(#) Rendering Algorithms Final Project by Tanli Su and Jacob Chen (##) Motivational images The prompt for this year's rendering competition was "It's what's inside that counts" - which made us think of those charts showing eggs boiled for different lengths of time. We also thought that the varying levels of yolk done-ness would be interesting to render with subsurface scattering. Thus, our goal for this project was to render a few eggs boiled for different amounts of time.

an example egg chart


Different people have different preferences for how they enjoy their boiled eggs - hard-boiled, soft-boiled, or somewhere in between! You can never be sure if an egg is up to your standards just from the outside; it’s what’s on the inside that counts!
(##) Features We implemented the following features on top of the renderer which had been developed throughout the class so far: * Homogeneous volumetric path tracing * Custom yolk material: a homogeneous medium encased in a rough dielectric with custom refraction * Environment lighting: using an environment map image mapped onto a sky sphere * Normal mapping: using a normal map image to modify surface normals (##) Volumetric path tracer Our implementation of homogeneous volumetric path tracing includes the following features: * with multiple scattering * with index-matched or dielectric boundary * with scattering/absorption coefficients as colors * with next-event estimation (NEE) * with isotropic or Henyey-Greenstein phase function Below are the validation images for each feature.

volumetric reference
Validation of subsurface scattering (in the sphere on the right) against Jensen box reference.
Using a dielectric boundary and a medium with absorption/scattering coefficients set to 0.

index-matched boundary dielectric boundary
Validation of strongly absorbing vs strongly scattering media.

Validation of backward vs forward scattering media (using negative/positive values of g in the Henyey-Greenstein phase function).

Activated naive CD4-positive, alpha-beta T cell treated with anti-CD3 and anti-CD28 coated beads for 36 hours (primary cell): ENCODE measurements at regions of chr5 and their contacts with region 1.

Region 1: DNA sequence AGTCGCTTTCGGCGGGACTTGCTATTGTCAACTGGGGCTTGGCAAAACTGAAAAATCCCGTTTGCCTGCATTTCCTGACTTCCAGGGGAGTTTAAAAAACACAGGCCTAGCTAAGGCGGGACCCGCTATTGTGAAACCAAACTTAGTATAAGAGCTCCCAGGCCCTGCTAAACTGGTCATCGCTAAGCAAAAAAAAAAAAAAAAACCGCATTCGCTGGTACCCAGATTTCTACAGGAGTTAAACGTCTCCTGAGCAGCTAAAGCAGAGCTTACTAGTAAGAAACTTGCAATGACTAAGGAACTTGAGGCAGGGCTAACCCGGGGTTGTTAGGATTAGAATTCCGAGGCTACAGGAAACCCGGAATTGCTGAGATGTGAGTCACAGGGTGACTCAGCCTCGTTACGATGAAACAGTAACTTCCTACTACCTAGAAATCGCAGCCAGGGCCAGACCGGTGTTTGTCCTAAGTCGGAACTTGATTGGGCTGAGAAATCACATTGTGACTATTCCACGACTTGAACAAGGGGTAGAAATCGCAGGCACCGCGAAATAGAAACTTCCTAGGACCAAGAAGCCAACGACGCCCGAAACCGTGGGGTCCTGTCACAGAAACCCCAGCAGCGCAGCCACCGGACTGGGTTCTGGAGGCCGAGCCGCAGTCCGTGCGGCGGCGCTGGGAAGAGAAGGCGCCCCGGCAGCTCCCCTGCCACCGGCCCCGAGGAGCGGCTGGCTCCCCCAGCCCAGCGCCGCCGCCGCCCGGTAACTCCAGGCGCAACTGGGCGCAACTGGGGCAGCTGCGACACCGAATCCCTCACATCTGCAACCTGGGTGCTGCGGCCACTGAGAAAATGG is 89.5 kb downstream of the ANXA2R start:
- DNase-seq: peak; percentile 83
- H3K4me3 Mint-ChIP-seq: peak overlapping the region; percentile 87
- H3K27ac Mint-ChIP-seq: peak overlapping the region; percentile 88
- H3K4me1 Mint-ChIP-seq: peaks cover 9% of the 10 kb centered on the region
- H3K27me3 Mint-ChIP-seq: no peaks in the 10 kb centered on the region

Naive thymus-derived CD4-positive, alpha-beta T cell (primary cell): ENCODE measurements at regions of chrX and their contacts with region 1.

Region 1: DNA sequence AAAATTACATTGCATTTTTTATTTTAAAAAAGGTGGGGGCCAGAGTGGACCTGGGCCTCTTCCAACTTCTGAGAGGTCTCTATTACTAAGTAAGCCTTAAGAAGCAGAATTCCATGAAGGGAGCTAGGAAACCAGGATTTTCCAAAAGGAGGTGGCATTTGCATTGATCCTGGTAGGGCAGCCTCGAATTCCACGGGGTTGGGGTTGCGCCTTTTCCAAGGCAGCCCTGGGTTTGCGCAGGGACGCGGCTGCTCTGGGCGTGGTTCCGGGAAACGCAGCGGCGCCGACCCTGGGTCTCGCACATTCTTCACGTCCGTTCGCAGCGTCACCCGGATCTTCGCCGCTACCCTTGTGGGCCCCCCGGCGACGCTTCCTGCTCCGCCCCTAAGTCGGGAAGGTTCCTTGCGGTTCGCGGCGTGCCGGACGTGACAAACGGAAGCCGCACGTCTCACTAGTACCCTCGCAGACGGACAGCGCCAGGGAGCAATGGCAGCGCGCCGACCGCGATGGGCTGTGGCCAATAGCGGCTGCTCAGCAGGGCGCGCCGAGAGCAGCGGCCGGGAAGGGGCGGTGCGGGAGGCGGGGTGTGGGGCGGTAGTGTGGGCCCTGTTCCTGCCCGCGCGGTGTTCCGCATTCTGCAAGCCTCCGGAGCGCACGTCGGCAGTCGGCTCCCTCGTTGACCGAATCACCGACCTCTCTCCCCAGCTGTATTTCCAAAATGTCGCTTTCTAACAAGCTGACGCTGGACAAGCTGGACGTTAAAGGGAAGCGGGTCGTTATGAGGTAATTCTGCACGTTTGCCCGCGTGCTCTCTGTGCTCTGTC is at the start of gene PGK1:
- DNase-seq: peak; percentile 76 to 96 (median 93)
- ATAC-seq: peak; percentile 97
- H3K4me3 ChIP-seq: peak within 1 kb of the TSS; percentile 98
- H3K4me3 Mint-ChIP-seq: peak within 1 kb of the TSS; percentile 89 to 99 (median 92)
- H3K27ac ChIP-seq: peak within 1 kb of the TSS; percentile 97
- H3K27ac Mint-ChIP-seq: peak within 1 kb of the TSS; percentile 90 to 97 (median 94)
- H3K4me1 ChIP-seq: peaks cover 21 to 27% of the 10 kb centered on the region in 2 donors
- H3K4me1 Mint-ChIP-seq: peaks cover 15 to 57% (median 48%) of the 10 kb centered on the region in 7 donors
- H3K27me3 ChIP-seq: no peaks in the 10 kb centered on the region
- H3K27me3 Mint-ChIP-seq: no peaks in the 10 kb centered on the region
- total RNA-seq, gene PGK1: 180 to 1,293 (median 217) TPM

Validation of grey vs colored media. For each scattering event, we use multiple importance sampling (MIS) to choose one of the three RGB color channels.

with NEE without NEE
Validation of next-event estimation (NEE). For each scattering event, we sample direct illumination from the light sources and add it to the indirect illumination.

(##) Custom yolk material We created a custom material to simulate an undercooked yolk. The yolk consists of a homogeneous medium encased in a rough dielectric boundary. We further customized the yolk by making light refract on the way in, but not on the way out. This allows for shadow connections from within the yolk, while still getting sharp specular highlights on the wet yolk.
custom yolk material dielectric yolk material

(##) Environment mapping We used a sky sphere with an environment map image for environment lighting. The material gets the albedo value from an image texture and only emits from the non-normal-facing side because it assumes it is applied to a surface that surrounds the scene (with normals facing outwards, but we want it to emit light inwards).
with environment map without environment map

(##) Normal mapping We implemented normal mapping because we originally planned to use it for the egg shells in our image; however, we decided not to use this feature in our final image because we didn't find a texture that looked good on our egg shells. We still implemented the feature, and the validation images are shown below.
no normal map with normal map
Validation of normal mapping.

no normal map with normal map
Validation of normal mapping.

no normal map with normal map
Validation of normal mapping for a sphere.

(##) Final image Below is our final image (please refresh the page if it doesn't show up).
Our final image consists of 3 eggs cooked at different consistencies. We rendered it on 30 cores with 100 samples per pixel for each, and then averaged them to obtain the final image. * All 3 egg whites consist of a forward-scattering medium with a high albedo. * The yolk of the hardest-boiled egg is simulated simply using a constant-colored Lambertian material. * The yolks of the soft-boiled egg and the runny egg are simulated using the custom yolk material. * The egg shells are simulated with a Lambertian material with an image texture for the albedo. * The table material is a Fresnel blend that uses a marble image texture for the base.
(##) Challenges Our biggest challenge was setting the egg yolk color because it required tuning the scattering and absorption coefficients, which aren't completely intuitive. In addition, we tuned the image by rendering it with much fewer samples per pixel than our final image had, and so when we rendered the image with many samples per pixel, the resulting colors were much brighter than we expected. This made it particularly difficult to set the appropriate coefficients, and it also prevented us from rendering our image with even more samples per pixel. Other general challenges included refactoring the code to add new features, creating the detailed obj models, setting up the scene in Blender, and adjusting the camera angle.